None of this was a surprise for Lee, he had a clear vision of what he wanted his life to be like, but I truly lacked the imagination to understand the possibilities.  The sheer size and beauty of Alaska was beyond anything I had ever experienced, but the summer also included the realities of making money in a “low level” position.  Again, except for parenting, I don’t think I have ever experienced so many extreme highs and lows in such a short time period, but on balance we felt very lucky to be able to have the experience.

One thing I firmly realized that summer was our life was not going to be like many other full timers that we knew.  The phrase “that is not our reality” became a common one for me, as we watched (with some envy) many people who didn’t have to work spend the summer exploring. I think at that point Lee was still hanging on to the idea that we could “work a little, play a little” to maintain the lifestyle, but I knew from the numbers that it was more likely we would “work a bunch, play not so much”.  We had some conflict about that concept in Year 2, which was heightened by taking on two difficult jobs at the end of the year when we worked the sugar beet harvest and Christmas trees.  By the end of the year I was rethinking everything, but Lee was dug in on the idea that our financial situation was due to the special circumstances of Alaska, and things would level out and look more like other people we knew.

Year 3

Thankfully year three started out with gate guarding, which was a much better fit for both of us, and I made a mental commitment to try one year working Lee’s way. My only caveat was that I wanted to make sure we tried all the different major types of work, so I scheduled us for Amazon at the end of the year well in advance.  I gave quite a bit of thought to finding a consulting job, and even spent a significant amount of time looking for a position, but the timing never quite worked out and we ended up spending the entire year supporting ourselves solely with work kamping revenue.  Overall I felt that was a very good thing, and proved to me once and for all that the lifestyle was actually financially viable.  We both agreed that we didn’t have the money to deficit spend year after year, and year three was all about seeing what it actually looked like to earn as we went.

Ironically, I am pretty contrary that way, once I decided to just “go with it” in year three, things became much easier for me.  I largely stopped twisting myself in knots, well at least as much as I am capable of, and just went with it.  I was more surprised than anyone when it turned out we largely broke even.  Yes, we chose to spend money on some extra things, but as far as day to day living, we did pretty well.  Lee, on the other hand, I believe had a larger transition.  He realized that his work a little play a little life probably wasn’t going to happen and instead focused on finding ways to earn money that were the most palatable.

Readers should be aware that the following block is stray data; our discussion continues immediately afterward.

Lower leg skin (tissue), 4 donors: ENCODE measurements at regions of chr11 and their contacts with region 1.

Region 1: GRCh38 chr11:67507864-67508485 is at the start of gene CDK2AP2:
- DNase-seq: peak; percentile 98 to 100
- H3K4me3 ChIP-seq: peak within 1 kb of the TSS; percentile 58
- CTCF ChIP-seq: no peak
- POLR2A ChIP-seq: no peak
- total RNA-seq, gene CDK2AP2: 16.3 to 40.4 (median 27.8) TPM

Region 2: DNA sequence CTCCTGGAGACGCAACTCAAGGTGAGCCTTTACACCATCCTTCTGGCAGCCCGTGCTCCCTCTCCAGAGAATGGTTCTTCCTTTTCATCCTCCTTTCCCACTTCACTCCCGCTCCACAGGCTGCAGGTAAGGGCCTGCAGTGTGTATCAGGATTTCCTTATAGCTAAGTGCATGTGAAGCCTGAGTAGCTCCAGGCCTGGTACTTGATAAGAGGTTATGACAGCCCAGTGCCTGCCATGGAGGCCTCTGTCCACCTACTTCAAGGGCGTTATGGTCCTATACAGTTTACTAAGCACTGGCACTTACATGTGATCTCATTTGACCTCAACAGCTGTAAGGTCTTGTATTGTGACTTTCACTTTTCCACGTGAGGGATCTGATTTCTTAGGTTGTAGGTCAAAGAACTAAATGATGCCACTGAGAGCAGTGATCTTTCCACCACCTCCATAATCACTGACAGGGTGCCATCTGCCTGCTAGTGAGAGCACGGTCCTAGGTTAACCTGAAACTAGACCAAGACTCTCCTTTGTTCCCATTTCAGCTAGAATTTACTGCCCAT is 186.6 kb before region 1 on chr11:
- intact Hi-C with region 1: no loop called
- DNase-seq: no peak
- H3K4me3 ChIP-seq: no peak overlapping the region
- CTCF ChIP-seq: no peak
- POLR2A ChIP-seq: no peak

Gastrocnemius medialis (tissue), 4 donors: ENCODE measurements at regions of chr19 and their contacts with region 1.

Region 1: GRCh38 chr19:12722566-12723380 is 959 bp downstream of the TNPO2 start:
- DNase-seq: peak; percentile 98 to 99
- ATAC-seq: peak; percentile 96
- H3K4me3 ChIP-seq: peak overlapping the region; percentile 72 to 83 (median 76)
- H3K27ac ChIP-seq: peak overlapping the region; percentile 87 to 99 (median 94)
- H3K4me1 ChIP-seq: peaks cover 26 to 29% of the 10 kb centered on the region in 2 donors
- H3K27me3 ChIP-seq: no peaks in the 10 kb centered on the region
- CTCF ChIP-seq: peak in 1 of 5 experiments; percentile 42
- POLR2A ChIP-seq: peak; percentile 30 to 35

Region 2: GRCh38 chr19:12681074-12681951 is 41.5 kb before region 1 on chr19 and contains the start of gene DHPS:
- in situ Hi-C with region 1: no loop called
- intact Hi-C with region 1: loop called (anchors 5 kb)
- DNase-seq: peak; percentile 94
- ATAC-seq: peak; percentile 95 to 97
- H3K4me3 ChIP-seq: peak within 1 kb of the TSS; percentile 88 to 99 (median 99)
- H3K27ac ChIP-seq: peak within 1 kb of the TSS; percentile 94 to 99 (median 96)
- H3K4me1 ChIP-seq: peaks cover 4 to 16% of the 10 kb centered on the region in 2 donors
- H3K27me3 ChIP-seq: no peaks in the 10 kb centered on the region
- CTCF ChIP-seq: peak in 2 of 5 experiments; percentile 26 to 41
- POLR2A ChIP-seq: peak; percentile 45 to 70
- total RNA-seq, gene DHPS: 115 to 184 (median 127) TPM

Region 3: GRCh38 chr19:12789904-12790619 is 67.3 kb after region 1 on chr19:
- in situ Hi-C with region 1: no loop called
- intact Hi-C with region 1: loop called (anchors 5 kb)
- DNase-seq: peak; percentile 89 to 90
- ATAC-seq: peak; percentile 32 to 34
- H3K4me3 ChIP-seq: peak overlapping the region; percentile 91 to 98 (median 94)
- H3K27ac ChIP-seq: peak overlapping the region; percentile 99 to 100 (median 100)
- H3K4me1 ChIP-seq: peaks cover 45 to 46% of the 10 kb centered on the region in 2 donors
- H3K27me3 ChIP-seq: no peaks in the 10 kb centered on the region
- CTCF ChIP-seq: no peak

It also became crystal clear that we were very different when it comes to what matters in living this life.  Lee is one of those people that flipped the mental switch when he left his career, and as long as our bosses don’t micromanage him, he is generally fine with pretty much any kind of work.  I, on the other hand, really solidified the fact that I need a work purpose.  I discovered I don’t need to make a ton of money, but I do want to feel like the work I do has some sort of meaning.  Working for two large companies in year three, albeit in the lowest level positions, had a big impact on me, and helped me come to terms with what I wanted long term, and really start to explore how to make that happen.

More than any year prior it was about revenue and budgets, but what was interesting was even though we made less than we have made since we were “kids”, we actually felt more successful. And I finally felt comfortable.  By the end of the year I was owning who I was, and what I wanted, in a way that had been missing since we went on the road.   Since I didn’t have a clear vision of what this life looked like when I started, I fell victim to taking other people’s experiences and superimposing them on my own life.  Not surprisingly my life often fell short using that criteria, and it took until year three for me to truly define my goals based on my unique reality.  Letting go of the fantasy was a major breakthrough for both of us and the Amazon experience went a long way for both of us towards finally making that happen.